Amazon last week confirmed that it keeps transcripts of interactions with Alexa, even after users have deleted the voice recordings.
Based on reports that Amazon retains text records of what users ask Alexa, Sen. Chris Coons in May sent a letter to CEO Jeff Bezos, demanding answers.
The Democrat from Delaware asked Amazon to provide answers on how long it stores transcripts, whether users can delete them, why it collects them and how they are used, and whether the company anonymizes customer identity.
“While I am encouraged that Amazon allows users to delete audio recordings linked to their accounts,” Coons, a member of the judiciary committee, wrote in his letter, “I am very concerned by reports that suggest that text transcriptions of these audio records are preserved indefinitely on Amazon’s servers, and users are not given the option to delete these text transcripts.”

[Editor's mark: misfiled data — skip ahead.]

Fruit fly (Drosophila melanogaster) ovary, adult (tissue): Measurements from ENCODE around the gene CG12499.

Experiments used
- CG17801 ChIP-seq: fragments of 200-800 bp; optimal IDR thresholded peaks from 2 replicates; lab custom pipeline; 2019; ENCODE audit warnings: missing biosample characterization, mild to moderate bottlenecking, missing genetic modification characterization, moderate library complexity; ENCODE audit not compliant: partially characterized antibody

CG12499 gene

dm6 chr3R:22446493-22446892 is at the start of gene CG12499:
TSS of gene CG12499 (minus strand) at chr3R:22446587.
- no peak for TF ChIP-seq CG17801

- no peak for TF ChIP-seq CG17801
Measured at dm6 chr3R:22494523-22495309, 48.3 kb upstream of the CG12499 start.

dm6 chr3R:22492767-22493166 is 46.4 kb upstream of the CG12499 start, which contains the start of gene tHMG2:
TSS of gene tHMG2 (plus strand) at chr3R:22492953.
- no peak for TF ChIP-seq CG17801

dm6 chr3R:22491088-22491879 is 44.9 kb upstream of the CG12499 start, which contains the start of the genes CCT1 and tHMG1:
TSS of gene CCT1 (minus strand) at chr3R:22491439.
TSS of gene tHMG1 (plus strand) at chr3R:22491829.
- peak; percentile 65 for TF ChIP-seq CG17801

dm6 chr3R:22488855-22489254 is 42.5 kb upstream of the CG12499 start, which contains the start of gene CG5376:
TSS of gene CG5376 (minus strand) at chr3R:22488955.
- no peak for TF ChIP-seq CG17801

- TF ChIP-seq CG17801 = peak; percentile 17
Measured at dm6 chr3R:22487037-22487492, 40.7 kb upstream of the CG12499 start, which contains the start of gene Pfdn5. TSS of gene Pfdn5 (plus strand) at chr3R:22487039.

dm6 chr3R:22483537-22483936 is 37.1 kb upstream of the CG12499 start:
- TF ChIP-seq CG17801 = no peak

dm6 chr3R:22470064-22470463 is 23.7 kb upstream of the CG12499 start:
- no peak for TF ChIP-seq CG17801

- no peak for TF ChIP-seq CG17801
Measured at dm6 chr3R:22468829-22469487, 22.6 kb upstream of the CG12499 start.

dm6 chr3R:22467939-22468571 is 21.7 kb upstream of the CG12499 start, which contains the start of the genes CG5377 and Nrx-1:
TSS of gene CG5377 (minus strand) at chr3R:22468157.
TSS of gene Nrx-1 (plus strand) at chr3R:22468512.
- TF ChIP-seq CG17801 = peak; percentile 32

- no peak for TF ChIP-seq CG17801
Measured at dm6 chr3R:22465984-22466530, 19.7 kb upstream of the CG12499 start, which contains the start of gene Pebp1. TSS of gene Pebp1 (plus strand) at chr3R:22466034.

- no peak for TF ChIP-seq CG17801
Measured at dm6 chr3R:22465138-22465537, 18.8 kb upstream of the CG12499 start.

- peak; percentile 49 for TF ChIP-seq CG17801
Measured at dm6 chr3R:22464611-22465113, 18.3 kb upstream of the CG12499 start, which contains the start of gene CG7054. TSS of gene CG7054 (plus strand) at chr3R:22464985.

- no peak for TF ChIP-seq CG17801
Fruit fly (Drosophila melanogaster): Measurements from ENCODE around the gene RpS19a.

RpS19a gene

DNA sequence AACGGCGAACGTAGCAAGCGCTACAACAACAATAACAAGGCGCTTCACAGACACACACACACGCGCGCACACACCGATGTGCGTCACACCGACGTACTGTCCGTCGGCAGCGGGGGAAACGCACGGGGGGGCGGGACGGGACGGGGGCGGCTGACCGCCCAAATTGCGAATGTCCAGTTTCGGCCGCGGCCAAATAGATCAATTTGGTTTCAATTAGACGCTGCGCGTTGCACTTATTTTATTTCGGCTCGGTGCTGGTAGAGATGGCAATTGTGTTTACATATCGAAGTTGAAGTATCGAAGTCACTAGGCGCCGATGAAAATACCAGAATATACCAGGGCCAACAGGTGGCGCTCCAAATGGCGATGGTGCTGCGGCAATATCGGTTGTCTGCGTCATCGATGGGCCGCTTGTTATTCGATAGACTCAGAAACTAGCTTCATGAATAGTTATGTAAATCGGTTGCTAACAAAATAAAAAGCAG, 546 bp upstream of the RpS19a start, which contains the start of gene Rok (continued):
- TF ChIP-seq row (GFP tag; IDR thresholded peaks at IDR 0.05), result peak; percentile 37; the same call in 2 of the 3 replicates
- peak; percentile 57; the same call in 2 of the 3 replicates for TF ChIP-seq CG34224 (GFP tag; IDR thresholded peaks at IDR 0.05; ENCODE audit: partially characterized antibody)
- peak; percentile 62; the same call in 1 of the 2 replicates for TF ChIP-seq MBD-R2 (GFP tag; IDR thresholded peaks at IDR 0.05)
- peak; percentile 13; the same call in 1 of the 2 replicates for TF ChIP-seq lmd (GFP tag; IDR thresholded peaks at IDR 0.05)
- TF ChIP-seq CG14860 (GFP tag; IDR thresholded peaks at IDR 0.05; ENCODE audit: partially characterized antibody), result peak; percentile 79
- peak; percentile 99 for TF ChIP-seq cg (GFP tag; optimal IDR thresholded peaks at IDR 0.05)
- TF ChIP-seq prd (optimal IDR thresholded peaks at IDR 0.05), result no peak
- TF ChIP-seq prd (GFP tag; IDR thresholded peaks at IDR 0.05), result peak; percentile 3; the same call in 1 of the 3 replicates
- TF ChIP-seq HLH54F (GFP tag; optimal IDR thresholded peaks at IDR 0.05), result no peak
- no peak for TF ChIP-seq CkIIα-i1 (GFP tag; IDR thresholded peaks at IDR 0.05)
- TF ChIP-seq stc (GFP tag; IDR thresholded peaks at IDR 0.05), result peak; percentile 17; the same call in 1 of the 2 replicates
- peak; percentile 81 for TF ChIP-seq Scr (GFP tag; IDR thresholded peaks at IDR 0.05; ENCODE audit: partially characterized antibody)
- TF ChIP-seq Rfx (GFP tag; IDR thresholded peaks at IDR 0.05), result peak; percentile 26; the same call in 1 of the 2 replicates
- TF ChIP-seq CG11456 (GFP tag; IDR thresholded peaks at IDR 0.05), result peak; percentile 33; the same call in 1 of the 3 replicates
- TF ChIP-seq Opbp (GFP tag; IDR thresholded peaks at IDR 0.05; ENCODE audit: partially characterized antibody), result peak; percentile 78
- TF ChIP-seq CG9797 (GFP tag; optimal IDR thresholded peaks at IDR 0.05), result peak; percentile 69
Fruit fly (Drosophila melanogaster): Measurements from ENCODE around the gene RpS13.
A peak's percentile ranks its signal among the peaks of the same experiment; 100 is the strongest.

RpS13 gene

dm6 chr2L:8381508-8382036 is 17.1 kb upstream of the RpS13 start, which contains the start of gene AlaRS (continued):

In response, Amazon Vice President of Public Policy Brian Huseman revealed that the tech titan keeps transcripts and voice recordings indefinitely, removing them only when “the customer chooses to delete them.”
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